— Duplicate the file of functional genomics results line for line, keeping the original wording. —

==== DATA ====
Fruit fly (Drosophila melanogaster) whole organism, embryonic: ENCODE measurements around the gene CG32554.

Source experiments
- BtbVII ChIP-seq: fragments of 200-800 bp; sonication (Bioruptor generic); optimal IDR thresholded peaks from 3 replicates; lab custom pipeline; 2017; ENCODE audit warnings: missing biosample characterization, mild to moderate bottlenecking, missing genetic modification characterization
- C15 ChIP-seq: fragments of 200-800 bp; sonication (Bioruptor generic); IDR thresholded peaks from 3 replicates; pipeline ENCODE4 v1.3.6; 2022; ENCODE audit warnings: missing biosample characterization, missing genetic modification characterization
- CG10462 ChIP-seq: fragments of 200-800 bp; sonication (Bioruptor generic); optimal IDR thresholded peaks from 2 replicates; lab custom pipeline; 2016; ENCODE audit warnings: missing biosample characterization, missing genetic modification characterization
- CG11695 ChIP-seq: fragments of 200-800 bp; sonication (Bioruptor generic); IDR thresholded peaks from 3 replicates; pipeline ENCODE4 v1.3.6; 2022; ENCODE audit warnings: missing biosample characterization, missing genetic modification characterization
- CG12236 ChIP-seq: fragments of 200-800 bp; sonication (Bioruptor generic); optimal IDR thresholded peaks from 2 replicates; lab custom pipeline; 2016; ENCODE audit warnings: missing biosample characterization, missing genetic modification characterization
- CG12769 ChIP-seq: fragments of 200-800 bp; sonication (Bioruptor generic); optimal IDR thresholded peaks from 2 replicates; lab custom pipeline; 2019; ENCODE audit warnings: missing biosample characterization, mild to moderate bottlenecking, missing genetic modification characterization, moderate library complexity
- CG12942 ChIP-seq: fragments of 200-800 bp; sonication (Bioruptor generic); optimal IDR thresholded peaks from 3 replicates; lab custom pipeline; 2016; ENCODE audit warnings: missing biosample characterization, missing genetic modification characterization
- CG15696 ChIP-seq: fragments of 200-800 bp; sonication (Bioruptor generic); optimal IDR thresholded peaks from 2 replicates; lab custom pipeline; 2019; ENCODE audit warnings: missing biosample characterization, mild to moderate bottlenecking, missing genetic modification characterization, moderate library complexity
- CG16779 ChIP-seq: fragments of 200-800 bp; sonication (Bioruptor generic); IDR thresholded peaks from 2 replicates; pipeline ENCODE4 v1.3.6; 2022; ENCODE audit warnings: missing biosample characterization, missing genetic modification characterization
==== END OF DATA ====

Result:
Fruit fly (Drosophila melanogaster) whole organism, embryonic: ENCODE measurements around the gene CG32554.

Source experiments
- BtbVII ChIP-seq: fragments of 200-800 bp; sonication (Bioruptor generic); optimal IDR thresholded peaks from 3 replicates; lab custom pipeline; 2017; ENCODE audit warnings: missing biosample characterization, mild to moderate bottlenecking, missing genetic modification characterization
- C15 ChIP-seq: fragments of 200-800 bp; sonication (Bioruptor generic); IDR thresholded peaks from 3 replicates; pipeline ENCODE4 v1.3.6; 2022; ENCODE audit warnings: missing biosample characterization, missing genetic modification characterization
- CG10462 ChIP-seq: fragments of 200-800 bp; sonication (Bioruptor generic); optimal IDR thresholded peaks from 2 replicates; lab custom pipeline; 2016; ENCODE audit warnings: missing biosample characterization, missing genetic modification characterization
- CG11695 ChIP-seq: fragments of 200-800 bp; sonication (Bioruptor generic); IDR thresholded peaks from 3 replicates; pipeline ENCODE4 v1.3.6; 2022; ENCODE audit warnings: missing biosample characterization, missing genetic modification characterization
- CG12236 ChIP-seq: fragments of 200-800 bp; sonication (Bioruptor generic); optimal IDR thresholded peaks from 2 replicates; lab custom pipeline; 2016; ENCODE audit warnings: missing biosample characterization, missing genetic modification characterization
- CG12769 ChIP-seq: fragments of 200-800 bp; sonication (Bioruptor generic); optimal IDR thresholded peaks from 2 replicates; lab custom pipeline; 2019; ENCODE audit warnings: missing biosample characterization, mild to moderate bottlenecking, missing genetic modification characterization, moderate library complexity
- CG12942 ChIP-seq: fragments of 200-800 bp; sonication (Bioruptor generic); optimal IDR thresholded peaks from 3 replicates; lab custom pipeline; 2016; ENCODE audit warnings: missing biosample characterization, missing genetic modification characterization
- CG15696 ChIP-seq: fragments of 200-800 bp; sonication (Bioruptor generic); optimal IDR thresholded peaks from 2 replicates; lab custom pipeline; 2019; ENCODE audit warnings: missing biosample characterization, mild to moderate bottlenecking, missing genetic modification characterization, moderate library complexity
- CG16779 ChIP-seq: fragments of 200-800 bp; sonication (Bioruptor generic); IDR thresholded peaks from 2 replicates; pipeline ENCODE4 v1.3.6; 2022; ENCODE audit warnings: missing biosample characterization, missing genetic modification characterization